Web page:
Mexico's President Felipe Calderon presses the button to start a wind turbine that is planned to help power the United Nations Climate Change Conference in Cancun, Mexico, Nov. 28, 2010.
"Knowing Success if You See It"
Magazine or Newspaper Article, Outreach
November 28, 2010
Author: Robert N. Stavins, Albert Pratt Professor of Business and Government; Member of the Board; Director, Harvard Project on Climate Agreements
Belfer Center Programs or Projects: Harvard Project on Climate Agreements
The key challenge of the climate negotiations in Cancun — the Sixteenth Conference of the Parties (COP-16) of the United Nations Framework Convention on Climate Change (UNFCCC) — is to continue the process of constructing a sound foundation for meaningful, long-term global action. Some of the gloom-and-doom predictions made about these negotiations are misleading, because they are based upon unreasonable — and fundamentally inappropriate — expectations (despite the fact that expectations have been lowered dramatically since COP-15 in Copenhagen last year).
Keeping Your Eyes on the Prize
Why do I say that the best goal for the Cancun climate talks is to make real progress on a sound foundation for meaningful, long-term global action, not some notion of immediate triumph? This is because of some basic scientific and economic realities.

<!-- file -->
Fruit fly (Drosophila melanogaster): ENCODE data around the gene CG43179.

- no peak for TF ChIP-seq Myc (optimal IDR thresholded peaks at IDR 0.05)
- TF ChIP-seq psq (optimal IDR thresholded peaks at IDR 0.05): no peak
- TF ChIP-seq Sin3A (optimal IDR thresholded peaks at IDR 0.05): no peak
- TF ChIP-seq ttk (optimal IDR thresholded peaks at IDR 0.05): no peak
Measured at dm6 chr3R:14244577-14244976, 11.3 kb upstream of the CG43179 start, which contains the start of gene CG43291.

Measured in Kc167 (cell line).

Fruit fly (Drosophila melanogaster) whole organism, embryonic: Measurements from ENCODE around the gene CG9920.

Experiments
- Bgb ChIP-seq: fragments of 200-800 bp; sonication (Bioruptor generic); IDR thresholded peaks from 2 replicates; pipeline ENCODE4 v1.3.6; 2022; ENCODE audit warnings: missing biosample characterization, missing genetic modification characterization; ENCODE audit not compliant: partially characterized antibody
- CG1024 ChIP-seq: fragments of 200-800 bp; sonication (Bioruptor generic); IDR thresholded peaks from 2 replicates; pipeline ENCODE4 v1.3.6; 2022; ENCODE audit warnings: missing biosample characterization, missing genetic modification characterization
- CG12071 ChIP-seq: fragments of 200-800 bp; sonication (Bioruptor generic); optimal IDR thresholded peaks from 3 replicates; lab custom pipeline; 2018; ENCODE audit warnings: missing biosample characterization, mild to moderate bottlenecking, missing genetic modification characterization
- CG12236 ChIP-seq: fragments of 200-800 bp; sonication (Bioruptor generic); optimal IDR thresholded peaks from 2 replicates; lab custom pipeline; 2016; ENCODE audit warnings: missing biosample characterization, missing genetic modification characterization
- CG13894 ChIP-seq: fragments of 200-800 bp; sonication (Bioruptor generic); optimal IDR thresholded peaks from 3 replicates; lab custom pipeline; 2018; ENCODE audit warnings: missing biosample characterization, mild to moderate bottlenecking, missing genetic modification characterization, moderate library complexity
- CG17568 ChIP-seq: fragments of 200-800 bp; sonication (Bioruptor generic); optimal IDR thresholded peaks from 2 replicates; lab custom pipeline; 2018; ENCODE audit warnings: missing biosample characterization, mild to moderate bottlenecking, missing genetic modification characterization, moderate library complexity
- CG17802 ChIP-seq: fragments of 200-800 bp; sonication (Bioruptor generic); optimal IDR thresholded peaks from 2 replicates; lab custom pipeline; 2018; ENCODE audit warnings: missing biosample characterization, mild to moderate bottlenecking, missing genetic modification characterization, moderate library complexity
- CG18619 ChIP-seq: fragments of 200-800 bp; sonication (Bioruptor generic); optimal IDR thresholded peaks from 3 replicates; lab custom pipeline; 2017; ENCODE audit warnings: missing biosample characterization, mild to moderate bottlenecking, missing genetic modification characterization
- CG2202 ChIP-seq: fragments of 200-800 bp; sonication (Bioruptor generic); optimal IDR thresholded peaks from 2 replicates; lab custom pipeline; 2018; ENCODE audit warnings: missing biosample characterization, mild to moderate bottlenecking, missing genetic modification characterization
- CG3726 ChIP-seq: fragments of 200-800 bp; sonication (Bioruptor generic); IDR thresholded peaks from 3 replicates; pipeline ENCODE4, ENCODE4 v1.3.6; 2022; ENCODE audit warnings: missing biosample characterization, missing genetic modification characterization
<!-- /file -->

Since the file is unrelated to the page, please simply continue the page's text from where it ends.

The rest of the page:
First, the focus of scientists is (and the focus of policy makers should be) on stabilizing concentrations of greenhouse gases in the atmosphere at acceptable levels by the year 2050 and beyond, because it is the accumulated stock of greenhouse gas emissions - not the flow of emissions in any year - that are linked with climate consequences.
Second, the cost-effective path for stabilizing concentrations involves a gradual ramp-up in target severity, to avoid rendering large parts of the capital stock prematurely obsolete.
Third, massive technological change is the key to the needed transition from reliance on carbon-intensive fossil fuels to more climate-friendly energy sources. Long-term price signals (most likely from government policies) will be needed to inspire such technological change.
Fourth and finally, the creation of long-lasting international institutions is central to addressing this global challenge.
This is not to suggest that there should be anything other than a sense of urgency brought to these efforts to address the threat of climate change. But for all of the reasons above, international climate negotiations will be an ongoing process, not a single task with a clear end-point. So, the bottom-line is that a sensible goal for the international negotiations in Cancun is progress on a sound foundation for meaningful long-term action, not some notion of immediate "success."...
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